Rounding out the returners is Victor Souza, featured on the ACC preseason watch list for the second year in a row. During preseason, as the Eagles played in a new formation, Souza saw time at his traditional center-back role but was also allowed to play creatively on the wing. No matter where Souza plays, he brings a steady presence on the ball and is deceptively agile when slipping past opponents. Playing on the wing also means Souza can provide another option in the box during set pieces.  

 As for the new kids on the block, the team added depth across the entire roster, but Augustine Boadi and Christian Bejar stand out as immediate impact makers. Boadi can play as the single striker up top or as an attacking mid—no matter the position, the freshman brings high energy, a willingness to track down every ball and speed. With more game experience under his belt and a little refinement, Boadi will prove a versatile, speedy threat that can complement the likes of Sigurdarson, Rose and Shapiro-Thompson.

Bejar represents the philosophy of defenders being the first line of attack and he does it well. With a healthy combination of speed, technical skill and audacity, Bejar has the ability to challenge opposing forwards and get crosses into the box or take the shot himself—forcing defenders to commit numbers to prevent him from having his way on the touchline. Although it’s not a guarantee that Souza plays on the wing in the regular season, the preseason combo of Souza and Bejar on the wings increased the creativity of the Eagles' attack without compromising the defense.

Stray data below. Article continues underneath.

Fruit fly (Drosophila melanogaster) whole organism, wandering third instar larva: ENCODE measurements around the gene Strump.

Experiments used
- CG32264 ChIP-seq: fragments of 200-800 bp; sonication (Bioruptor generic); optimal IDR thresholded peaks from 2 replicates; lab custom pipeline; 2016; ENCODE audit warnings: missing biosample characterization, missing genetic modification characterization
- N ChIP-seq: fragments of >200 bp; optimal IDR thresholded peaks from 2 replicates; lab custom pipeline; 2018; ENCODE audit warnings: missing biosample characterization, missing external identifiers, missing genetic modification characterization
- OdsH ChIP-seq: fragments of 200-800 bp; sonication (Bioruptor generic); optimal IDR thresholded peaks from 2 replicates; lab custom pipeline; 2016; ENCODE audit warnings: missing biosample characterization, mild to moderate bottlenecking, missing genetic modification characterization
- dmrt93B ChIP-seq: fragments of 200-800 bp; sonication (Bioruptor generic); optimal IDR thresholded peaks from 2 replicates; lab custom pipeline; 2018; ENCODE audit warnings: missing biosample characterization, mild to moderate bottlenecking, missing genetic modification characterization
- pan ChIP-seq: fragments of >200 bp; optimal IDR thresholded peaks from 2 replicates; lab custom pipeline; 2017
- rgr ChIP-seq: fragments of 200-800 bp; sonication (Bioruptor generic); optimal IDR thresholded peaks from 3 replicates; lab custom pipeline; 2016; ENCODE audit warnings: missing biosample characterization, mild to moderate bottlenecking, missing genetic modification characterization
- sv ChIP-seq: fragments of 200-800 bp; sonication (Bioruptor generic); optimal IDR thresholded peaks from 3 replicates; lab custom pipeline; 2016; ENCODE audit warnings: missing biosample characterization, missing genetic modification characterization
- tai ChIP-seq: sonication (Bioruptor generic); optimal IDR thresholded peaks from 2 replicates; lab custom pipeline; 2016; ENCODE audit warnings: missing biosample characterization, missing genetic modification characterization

As for predictions, the ACC preseason poll ranked the Eagles fifth in the Atlantic Division, ahead of NC State and a couple of points behind Syracuse. Playing in the ACC means that in order for BC to make the NCAA tournament, the Eagles’ record has to be around or above .500. Obviously, no team wants to be just average, and in order to guarantee a berth the Eagles’ would have to win more than half their games or win the ACC tournament. A campaign worthy of an NCAA berth would mean the Eagles’ do not lose their non-conference match-ups and win at least two of their ACC matchups. Ideally, the number of ACC wins is much higher than two and for the games that prove unwinnable, the Eagles’ can grind out a tie, as they did four times last year against quality opponents.